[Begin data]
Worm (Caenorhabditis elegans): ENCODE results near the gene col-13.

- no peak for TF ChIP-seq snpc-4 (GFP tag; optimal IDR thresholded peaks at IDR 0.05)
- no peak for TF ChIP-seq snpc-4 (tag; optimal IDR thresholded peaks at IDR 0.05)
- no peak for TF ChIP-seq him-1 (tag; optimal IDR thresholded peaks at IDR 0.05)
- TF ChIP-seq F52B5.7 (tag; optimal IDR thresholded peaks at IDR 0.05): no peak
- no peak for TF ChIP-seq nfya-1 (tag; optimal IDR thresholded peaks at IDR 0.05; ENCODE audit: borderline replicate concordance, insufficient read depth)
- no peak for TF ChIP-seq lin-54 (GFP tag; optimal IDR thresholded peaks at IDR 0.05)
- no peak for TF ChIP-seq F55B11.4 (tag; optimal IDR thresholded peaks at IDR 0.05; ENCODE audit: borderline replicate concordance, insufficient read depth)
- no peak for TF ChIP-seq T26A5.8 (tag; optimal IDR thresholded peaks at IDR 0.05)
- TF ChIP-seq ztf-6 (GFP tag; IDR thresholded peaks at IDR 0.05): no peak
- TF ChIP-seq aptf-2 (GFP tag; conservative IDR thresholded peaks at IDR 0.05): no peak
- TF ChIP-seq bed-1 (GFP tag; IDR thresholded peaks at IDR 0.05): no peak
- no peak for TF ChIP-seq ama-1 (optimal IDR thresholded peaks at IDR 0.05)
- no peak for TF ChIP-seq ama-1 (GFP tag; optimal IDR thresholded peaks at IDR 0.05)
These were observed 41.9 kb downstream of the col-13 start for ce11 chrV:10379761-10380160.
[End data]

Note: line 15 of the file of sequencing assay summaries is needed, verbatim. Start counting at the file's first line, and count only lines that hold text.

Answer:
These were observed 41.9 kb downstream of the col-13 start for ce11 chrV:10379761-10380160.